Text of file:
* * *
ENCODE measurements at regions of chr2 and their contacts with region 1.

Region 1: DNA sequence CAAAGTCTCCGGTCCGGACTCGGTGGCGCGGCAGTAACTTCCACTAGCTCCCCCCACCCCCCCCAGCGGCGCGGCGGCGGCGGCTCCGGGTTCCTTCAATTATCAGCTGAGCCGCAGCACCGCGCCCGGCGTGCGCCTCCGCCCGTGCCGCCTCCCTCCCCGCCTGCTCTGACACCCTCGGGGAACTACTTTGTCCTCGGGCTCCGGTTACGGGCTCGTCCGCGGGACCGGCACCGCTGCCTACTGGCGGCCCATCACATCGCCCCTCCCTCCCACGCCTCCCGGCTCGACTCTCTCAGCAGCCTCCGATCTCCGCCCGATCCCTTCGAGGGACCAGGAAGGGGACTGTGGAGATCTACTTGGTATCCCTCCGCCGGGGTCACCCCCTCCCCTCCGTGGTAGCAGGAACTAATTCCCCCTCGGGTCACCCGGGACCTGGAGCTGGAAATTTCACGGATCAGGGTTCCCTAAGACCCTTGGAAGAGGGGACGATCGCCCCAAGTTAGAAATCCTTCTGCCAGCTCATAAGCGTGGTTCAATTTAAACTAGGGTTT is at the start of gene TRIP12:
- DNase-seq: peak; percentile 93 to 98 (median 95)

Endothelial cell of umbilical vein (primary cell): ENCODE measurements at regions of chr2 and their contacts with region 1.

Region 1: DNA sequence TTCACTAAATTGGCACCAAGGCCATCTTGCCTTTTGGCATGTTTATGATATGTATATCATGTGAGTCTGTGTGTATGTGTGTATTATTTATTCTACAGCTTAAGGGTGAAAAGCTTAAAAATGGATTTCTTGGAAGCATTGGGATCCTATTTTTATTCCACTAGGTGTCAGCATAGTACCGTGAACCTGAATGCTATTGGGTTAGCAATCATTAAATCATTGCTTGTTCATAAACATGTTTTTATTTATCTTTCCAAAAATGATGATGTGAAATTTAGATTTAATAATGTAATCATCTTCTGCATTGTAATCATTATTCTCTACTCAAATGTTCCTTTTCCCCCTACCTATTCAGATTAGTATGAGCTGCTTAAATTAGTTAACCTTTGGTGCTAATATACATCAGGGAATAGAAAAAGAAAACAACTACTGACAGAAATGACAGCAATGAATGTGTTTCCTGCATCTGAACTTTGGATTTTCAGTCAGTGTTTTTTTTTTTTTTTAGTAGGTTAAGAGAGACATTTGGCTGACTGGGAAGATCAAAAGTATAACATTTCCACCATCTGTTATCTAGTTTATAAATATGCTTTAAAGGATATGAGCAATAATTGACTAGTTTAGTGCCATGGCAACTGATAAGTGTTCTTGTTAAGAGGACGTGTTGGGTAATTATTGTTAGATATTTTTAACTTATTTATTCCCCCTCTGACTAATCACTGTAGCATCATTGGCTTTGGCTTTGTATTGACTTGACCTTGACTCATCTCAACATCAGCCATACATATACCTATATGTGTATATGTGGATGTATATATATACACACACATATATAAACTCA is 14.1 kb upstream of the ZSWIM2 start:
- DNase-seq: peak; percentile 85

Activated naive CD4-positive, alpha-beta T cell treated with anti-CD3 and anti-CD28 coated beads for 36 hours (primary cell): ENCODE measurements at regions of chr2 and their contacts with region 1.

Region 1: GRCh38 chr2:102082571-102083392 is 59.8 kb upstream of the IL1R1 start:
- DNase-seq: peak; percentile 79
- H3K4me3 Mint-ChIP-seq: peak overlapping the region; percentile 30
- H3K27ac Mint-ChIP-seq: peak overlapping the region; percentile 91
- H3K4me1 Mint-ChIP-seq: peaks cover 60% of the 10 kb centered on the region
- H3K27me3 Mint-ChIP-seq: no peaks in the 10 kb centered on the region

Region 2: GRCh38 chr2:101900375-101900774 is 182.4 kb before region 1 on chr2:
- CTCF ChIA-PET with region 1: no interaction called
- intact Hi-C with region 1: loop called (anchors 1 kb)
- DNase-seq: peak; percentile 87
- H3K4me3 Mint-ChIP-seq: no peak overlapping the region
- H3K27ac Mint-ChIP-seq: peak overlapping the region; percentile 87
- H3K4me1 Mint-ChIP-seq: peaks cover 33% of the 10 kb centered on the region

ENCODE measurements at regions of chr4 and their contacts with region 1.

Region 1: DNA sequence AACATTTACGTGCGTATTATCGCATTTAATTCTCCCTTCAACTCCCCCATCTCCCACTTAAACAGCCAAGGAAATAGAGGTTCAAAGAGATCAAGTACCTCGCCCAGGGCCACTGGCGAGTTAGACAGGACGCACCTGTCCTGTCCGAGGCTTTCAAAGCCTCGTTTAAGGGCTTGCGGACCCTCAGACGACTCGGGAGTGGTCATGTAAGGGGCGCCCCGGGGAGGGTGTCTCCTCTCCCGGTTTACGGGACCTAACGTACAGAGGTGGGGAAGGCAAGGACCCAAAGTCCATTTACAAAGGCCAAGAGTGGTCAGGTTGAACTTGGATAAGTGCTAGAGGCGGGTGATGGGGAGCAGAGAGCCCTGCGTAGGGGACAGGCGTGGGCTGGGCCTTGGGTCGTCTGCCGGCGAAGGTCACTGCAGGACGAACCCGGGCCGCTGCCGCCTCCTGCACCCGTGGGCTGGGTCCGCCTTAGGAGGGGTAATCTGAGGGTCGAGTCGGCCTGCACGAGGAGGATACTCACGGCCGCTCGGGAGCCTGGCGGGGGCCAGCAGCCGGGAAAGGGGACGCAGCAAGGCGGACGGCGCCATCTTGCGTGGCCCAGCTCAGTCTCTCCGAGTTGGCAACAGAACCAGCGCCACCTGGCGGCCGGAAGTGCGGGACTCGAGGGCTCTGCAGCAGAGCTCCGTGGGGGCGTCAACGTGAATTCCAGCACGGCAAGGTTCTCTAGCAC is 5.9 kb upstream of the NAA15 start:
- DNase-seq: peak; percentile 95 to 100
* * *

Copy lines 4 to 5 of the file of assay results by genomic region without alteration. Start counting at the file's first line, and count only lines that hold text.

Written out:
Endothelial cell of umbilical vein (primary cell): ENCODE measurements at regions of chr2 and their contacts with region 1.

Region 1: DNA sequence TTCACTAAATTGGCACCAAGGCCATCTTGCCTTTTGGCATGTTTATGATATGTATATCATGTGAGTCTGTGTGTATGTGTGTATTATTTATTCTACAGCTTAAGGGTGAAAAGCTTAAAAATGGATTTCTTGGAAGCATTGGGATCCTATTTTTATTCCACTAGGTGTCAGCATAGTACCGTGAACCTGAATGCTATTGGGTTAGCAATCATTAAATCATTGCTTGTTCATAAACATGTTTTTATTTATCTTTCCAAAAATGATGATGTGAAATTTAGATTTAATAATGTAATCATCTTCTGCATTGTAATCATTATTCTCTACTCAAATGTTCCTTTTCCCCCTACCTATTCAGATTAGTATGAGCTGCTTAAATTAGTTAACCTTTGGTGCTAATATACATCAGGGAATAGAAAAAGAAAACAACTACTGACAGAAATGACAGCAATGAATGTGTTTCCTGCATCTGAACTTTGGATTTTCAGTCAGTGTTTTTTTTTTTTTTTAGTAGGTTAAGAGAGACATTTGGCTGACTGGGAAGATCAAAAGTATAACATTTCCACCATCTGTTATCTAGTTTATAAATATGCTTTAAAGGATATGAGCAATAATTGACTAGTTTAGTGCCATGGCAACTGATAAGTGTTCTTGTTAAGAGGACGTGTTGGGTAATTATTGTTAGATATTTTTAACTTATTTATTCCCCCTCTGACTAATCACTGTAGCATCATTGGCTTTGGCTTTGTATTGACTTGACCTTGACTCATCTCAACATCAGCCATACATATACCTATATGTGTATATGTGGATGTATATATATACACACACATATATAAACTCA is 14.1 kb upstream of the ZSWIM2 start: